Jerry Bellino became anxious soon after boarding her overnight flight home to Detroit last summer.

The plane’s Wi-Fi wasn’t working, which meant she wouldn’t be able to use the final hours of her trip to maintain her longest streak yet of playing “Wordle” and about a dozen other games like it that reset daily, typically at the stroke of midnight.

“I was devastated,” recalls Bellino, a 28-year-old education coordinator who normally checks off a handwritten list of each game after completing it to avoid accidentally skipping any. She had been playing the games for nearly a year, marking wins on her list with a smiley face and losses with a sad face. Her travel buddy, also an avid player, suffered the same fate and was just as heartbroken. “We stared at each other in disbelief,” Bellino says.

Since launching in 2021, the puzzle game “Wordle”—which calls for identifying a five-letter word in six tries—has inspired varieties of spin offs including “Bardle” (Shakespeare), “Nerdle” (math), “Gordle” (hockey), “Factle” (trivia), “Daydle” (history), “Swordle” (Star Wars) and “Lewdle” (bad words). These mostly free games, available via web browsers or apps, unleash a new challenge once a day, so players have just 24 hours to solve each one.

Drew Patty, 46, a freelance editor in San Carlos, Calif., starts the first offive daily games he’s committed to playing when he wakes up. He aims to get the rest done by 4 p.m., when an alarm he keeps on his phone goes off. “I don’t want to panic late at night,” he says of why he chose an afternoon deadline.

“Xordle,” which is like “Wordle” but with two mystery words, “can be obnoxiously hard,” he says. But reaching the end of each challenge is a must. “It’s just a consistency thing.”

Such dedication came in handy recently when a friend of Patty’s, a fellow daily gamer, was on an overseas work trip and too busy to keep track of time. He texted her a reminder each morning and as a result, she didn’t miss a beat. “I felt honored to be her streak buddy,” he says.

They aren’t all Cal Ripken Jr. (2,632 consecutive games played) but gamesters notch notable streaks.Patty’s longest yet is 270 days tackling “Squareword,” a stretch that ended on a vacation to Hawaii. “I was distracted by paradise,” he says.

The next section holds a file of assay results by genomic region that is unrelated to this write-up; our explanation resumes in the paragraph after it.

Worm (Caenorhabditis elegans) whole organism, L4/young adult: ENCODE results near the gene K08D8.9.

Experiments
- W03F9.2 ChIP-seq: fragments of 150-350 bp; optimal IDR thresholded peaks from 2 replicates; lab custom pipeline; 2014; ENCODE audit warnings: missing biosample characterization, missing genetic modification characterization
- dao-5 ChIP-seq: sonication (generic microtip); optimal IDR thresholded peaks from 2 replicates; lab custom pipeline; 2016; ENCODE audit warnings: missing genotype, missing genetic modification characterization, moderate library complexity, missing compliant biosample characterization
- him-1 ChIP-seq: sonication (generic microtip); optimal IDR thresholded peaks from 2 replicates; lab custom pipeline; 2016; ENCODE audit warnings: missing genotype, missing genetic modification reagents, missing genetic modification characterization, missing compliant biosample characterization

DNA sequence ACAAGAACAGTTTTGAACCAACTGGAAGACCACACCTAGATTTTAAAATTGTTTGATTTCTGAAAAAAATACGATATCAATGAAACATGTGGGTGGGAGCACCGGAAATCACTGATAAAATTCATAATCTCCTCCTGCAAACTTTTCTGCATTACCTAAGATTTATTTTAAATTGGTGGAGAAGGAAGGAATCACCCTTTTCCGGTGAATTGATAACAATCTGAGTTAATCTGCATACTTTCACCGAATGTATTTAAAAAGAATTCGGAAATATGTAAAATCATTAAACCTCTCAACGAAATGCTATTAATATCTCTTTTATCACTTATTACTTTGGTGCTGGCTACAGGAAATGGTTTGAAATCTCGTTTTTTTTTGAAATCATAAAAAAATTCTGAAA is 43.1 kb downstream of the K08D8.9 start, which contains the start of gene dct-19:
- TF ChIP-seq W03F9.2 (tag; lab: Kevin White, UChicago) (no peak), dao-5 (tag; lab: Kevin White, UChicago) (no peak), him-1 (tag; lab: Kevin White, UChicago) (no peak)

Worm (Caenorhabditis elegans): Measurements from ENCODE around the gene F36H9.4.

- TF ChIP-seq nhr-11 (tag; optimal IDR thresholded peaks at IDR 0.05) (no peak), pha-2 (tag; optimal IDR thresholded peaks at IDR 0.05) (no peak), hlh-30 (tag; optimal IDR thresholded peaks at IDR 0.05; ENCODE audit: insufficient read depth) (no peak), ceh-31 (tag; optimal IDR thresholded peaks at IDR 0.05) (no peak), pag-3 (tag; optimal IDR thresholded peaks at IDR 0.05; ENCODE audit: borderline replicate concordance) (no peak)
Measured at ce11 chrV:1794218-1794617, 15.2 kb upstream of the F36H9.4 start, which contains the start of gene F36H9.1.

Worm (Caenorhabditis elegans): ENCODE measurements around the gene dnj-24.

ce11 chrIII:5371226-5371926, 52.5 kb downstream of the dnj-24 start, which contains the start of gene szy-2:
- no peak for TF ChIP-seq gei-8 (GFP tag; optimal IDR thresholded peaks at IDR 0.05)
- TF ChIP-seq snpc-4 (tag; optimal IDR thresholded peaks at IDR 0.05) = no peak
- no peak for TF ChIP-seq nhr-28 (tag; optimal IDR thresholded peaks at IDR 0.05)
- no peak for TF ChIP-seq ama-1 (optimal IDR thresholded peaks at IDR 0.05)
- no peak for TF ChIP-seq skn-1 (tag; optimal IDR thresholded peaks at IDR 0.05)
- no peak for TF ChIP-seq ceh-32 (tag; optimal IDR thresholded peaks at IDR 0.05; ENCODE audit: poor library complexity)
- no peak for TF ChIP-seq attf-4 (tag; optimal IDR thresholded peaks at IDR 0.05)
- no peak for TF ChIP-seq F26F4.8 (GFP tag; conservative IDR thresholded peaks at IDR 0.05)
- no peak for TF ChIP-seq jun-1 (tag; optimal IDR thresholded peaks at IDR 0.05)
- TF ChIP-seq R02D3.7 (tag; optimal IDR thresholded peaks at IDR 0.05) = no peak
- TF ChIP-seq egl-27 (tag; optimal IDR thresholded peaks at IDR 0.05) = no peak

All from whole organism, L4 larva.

Tali Fischer of San Francisco begins tackling the three daily games she’s into around 12:01 a.m. “It’s emotionally damaging for me when I lose a streak,” says the 48-year-old communications professional, which is what happened a few months ago after a 55-day stretch. “I cried. It was just one of those days when everything was crazy.”

Fischer shares results with family members and friends, who reciprocate. Recently, her 15-year-old son joined the group, upping the ante. “It’s extra important that I get on there and show him what mom is made of,” she says.

Some people play daily games as a team.

Charlie Keith and his partner live in separate apartments in Bristol, England, yet they play nine daily games every night together, with him sharing his screen over the app Discord so she can see them. “It’s a completely collaborative effort,” says Keith, a 22-year-old marketing professional.

Over Christmas, the couple was even farther apart when one traveled to Thailand, the other to Spain. The roughly seven-hour time difference required being flexible.One night, he had no choice but to play the games with her from a bar’s bathroom stall.

“It was very crowded,” Keith recalls. “I needed a quiet and secluded space to hear her.”

Daily games are devilishly entertaining, confess devotees such as Ticia Robak. When a snowstorm knocked out power at her North Andover, Mass., home this winter, the retired antiques dealer had yet to play her favorite daily games, which include the culinary inspired “Foodle.” She had little battery left on her smartphone and didn’t know when the power would return.

“I couldn’t fool around because of a potential emergency,” says Robak, 71. But she played them anyway. “I just had to.”

The limited window for completing daily games is largely what makes them so alluring, according to psychologist Louise Packard of Santa Rosa, Calif. “We all have our compulsions and rules,” she says. Failing to keep up “feels like an itch that hasn’t been scratched.”

While on vacation in Greece a few years ago, Packard, 69, found herself thinking about whether she’d be able to finish “Spelling Bee”—a daily spelling game, which, like “Wordle,” is owned by the New York Times—while touring historic ruins. “Then I was laughing at myself because that’s ridiculous,” she says. (She finished the game.)

Tensions can flare up among players when one comes across as suspiciously successful.

Ornithologist David La Puma said his colleagues were skeptical after he correctly identified a bird on his first try while playing “Birdie,” a daily puzzle featuring photos of fowl. Worse, he had edited his results after sharing them in the group’s Slack channel to remove a link. “It was a hard bird, so I understood where they were coming from,” says La Puma, 48, of Cape May, N.J. “But it was a legit win.” (It was a Least Grebe.)

La Puma and colleagues also share outcomes from “Brdl,” another daily puzzle that has players guess four-letter bird banding codes. The goal behind touting scores is to outdo one another.

“The gloves come off,” La Puma says, though he added that because “Brdl” is so hard, everyone posts peacock emojis as a show of respect whenever one of them manages to complete it.

Cathy Douglas, a retiree in Madison, Wisc., likes testing her knowledge of geography with “Worldle” and figuring out four word puzzles in nine tries with “Quordle.”

“A lot of stuff we do in our daily lives is drudgery,” says Douglas. “This is something I look forward to. You’re using your brain instead ofjust doing the dishes.”

Write to Sarah E. Needleman at